Week 14 Digital Resource Blog Post

This clip is from an episode of House about a woman with schizophrenia. The scene here, like much of the episode, focuses on her son and the struggles that he had caring for his mother with the limited support available. This reminded me, although the situations are reversed, of Pete Earley’s struggles in caring for his son through his mental illness.

Mental Health Related Show Review: House, MD season 6 premier

Season six of House, MD began with two episodes recounting House’s stay at the Mayfield Psychiatric Hospital after his addiction to Vicodin worsened and he began hallucinating and acting increasingly erratic. They began with House being held in a small hospital room as he went through withdrawals; this included him being restrained, showing that despite non-restraint being a goal for much of the history of mental health in America, it still remains an expected part of care today.

House was restrained to his bed while he quit taking Vicodin. This room was much smaller and emptier than the one he would be in once he moved to the permanent ward.

After this he was ready to be released; however, despite him having voluntarily committed himself, his doctor – Dr. Nolan – was able to prevent him from leaving by refusing to write a letter allowing him to reinstate his medical license. House compared this to slavery which, while an intentionally inflammatory remark, reminded me immediately of the accounts of people who were involuntarily committed that compared that to slavery. While not exactly the same, it was similar and House found the same language to describe it.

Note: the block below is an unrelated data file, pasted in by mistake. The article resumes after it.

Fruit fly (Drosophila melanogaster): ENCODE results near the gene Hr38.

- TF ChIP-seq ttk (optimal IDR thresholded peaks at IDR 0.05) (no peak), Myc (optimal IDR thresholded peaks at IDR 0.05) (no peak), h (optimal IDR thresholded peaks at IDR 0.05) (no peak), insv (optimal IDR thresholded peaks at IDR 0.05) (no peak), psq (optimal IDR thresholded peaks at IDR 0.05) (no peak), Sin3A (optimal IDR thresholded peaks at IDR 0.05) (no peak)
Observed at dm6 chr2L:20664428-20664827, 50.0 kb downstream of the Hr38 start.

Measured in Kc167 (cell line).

House wants to leave Mayfield, but Nolan feels that his issue goes beyond simply quitting taking Vicodin and finds a way to keep him there, despite House comparing it to slavery and clearly being unhappy with the idea.

After he begrudgingly agreed to stay, House was transferred to be with other long term patients, where he decided to be disruptive until Nolan was forced to let him go. A theme throughout both the episodes is the constant conflict between House and the doctors. Echoing the longstanding significance of the doctor-patient relationship, Nolan and the other doctors repeatedly expressed that House could not truly improve until he accepted that he needed treatment and cooperated with them.

Another concept brought up repeatedly was the question of who got to decide what was normal. This was centered around a patient, Steven, who believed he was a superhero; that belief was shot down by another doctor who antagonized Steven, trying to prove to him that he was wrong, which led to Steven becoming extremely depressed. This angered House, who confronted the doctor about harassing people for simply being “a little different.” The doctor countered this by saying  Steven wasn’t different, but delusional. House later brought Steven to a fair where he could “fly” in order to cheer him up, which worked, but resulted in Steven being injured when he tried to “fly” again. House touched somewhat on the issue of social control in the way he reacted to how Steven was treated, arguing that he did not have any real issues before he was put on medication and forced to change how he thought about himself. For House, at least initially, he believed that it was better for Steven to be delusional but happy than depressed and the doctors were more so with making him “normal” than improving Steven’s life. He changed this belief after Steven was injured.

3:22-4:17 House disagrees with a doctor about another patient’s treatment, feeling that more harm is being done by trying to make the patient “normal.”

It stood out to me was that Mayfield was established in 1876 and throughout the episodes I was unable to determine if it was in its original location. The hospital appeared older and had many ornate details that I don’t associate with more modern hospitals, but none of the structural issues that would be expected from an older building were touched upon.

The exterior of the hospital
Shows the interior of the hospital and some of the ornate detailing that stood out to me